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Ringgold, GA: A town with compassion

By Tamara Wolk . . . It’s probably not often that a group of people ranging from pastors to city and county government, law enforcement, judges, social services, citizens and the homeless gather in one location to try to understand and solve a serious problem together. That’s what happened at Ringgold Baptist Church the cold afternoon of Thursday, Nov. 15.

The city of Ringgold has been grappling with the issue of several homeless men living under a bridge. Residents have expressed concerns ranging from the safety of children to problems for nearby businesses, litter and the integrity of the bridge structure because fires were being built under it.

Ringgold City Council passed an “emergency urban camping ordinance” at its Nov. 12 meeting that resulted in deadlines for those living under the bridge to find other accommodations.

By the time of the community gathering of dozens of people at Ringgold Baptist, only one man remained a resident under the bridge. The group ended up addressing that immediate need and also dis-cussed the greater problem of people returning to society from prison without a social safety net, without financial resources and with a prison record that limits their ability to find housing or work.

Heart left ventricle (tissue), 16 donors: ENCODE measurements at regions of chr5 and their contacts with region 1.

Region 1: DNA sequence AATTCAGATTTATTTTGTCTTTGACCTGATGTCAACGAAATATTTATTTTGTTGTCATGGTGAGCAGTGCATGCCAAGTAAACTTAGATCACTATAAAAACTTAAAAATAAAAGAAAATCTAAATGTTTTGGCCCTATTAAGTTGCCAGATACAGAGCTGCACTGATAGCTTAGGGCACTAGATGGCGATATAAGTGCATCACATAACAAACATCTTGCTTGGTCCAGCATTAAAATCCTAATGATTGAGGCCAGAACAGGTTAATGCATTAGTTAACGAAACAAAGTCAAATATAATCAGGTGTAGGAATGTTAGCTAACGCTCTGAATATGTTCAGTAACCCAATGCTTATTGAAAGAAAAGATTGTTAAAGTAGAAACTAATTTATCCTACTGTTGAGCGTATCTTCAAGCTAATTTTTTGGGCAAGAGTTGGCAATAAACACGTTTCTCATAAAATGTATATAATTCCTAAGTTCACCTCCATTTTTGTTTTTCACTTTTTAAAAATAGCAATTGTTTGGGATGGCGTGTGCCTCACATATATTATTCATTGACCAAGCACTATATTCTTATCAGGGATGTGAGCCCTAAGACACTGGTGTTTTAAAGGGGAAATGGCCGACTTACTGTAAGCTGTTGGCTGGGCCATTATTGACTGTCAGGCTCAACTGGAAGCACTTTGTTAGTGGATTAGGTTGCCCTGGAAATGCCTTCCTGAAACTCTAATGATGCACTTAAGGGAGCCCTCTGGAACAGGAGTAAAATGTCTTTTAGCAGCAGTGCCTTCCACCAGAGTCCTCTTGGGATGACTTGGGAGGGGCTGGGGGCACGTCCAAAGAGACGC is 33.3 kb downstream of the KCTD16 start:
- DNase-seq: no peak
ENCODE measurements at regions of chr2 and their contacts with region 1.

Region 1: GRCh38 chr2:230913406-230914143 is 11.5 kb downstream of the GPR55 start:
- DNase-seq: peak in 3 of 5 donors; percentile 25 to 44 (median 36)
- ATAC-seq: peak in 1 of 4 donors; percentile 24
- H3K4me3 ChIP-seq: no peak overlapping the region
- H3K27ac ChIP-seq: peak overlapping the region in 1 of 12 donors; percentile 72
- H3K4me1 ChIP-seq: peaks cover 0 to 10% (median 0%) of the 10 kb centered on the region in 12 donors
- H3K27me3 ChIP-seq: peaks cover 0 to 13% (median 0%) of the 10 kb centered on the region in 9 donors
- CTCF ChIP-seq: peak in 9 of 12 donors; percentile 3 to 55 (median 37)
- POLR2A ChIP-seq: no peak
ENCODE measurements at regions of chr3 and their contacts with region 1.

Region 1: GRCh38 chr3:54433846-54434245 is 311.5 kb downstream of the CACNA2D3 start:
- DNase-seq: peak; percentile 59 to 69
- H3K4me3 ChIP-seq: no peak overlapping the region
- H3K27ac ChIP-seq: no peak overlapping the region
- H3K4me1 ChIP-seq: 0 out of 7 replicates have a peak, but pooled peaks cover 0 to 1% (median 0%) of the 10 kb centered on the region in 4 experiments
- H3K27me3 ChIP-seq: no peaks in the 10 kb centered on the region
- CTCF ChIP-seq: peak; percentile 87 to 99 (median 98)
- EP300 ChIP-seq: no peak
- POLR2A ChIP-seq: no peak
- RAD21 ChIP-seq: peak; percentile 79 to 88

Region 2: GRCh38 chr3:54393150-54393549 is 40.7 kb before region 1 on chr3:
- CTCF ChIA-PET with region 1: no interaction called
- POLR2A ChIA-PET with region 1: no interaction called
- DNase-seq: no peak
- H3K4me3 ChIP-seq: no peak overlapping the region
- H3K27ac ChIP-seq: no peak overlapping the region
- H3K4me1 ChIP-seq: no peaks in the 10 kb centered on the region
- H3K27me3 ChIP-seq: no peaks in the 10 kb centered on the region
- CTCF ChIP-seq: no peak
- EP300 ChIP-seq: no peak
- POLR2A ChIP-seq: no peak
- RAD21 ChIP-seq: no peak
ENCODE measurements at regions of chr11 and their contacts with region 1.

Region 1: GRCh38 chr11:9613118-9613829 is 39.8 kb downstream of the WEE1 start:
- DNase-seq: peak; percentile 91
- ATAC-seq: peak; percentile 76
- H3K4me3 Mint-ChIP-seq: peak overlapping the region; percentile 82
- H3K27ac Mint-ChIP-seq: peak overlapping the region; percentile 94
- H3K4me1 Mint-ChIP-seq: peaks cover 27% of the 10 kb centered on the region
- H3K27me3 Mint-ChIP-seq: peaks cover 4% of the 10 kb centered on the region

A particular problem that was discussed was homeless people who have been sex offenders and are listed on the sex offender registry.

Numerous people took to the microphone to explain the complications of a sex-offender background. Representatives from the Georgia Department of Community Supervision (DCS) spoke and handed out an information sheet that offered statistics and tried to clarify some misunderstandings.

The DCS sheet notes that the “number of supervised sex offenders re-leased from prison to reside in Catoosa County this year has been 23.” Nine of those were “immediately homeless after release.”

The sheet goes on to say that 88 sex offenders currently live in Catoosa County, two of whom are homeless. Further, says the info sheet, DCS District 7, which includes Catoosa and 13 other counties, has the highest number of supervised sex offenders of all DCS districts in the state, but not a single shelter to help them even on an emergency basis. . . .

A local resident shared the story of his grandson who was convicted of statutory rape when he was 17 years old. The girl he was involved with was 15 and the grandfather said the relationship was consensual. The boy’s family spent $25,000 to keep him out of jail but, says the grandfather, “He had that sex offender tag that made it hard for him to find work or a place to live.” The boy, says the grandfather, missed a single meeting with his probation officer and ended up in prison for five years over it.

Read the full story here at northwestgeorgianews.com

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This topic contains 4 replies, has 2 voices, and was last updated by  TS 4 weeks ago.

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  • #49003 Reply

    admin

    By Tamara Wolk . . . It’s probably not often that a group of people ranging from pastors to city and county government, law enforcement, judges, socia
    [See the full post at: Ringgold, GA: A town with compassion]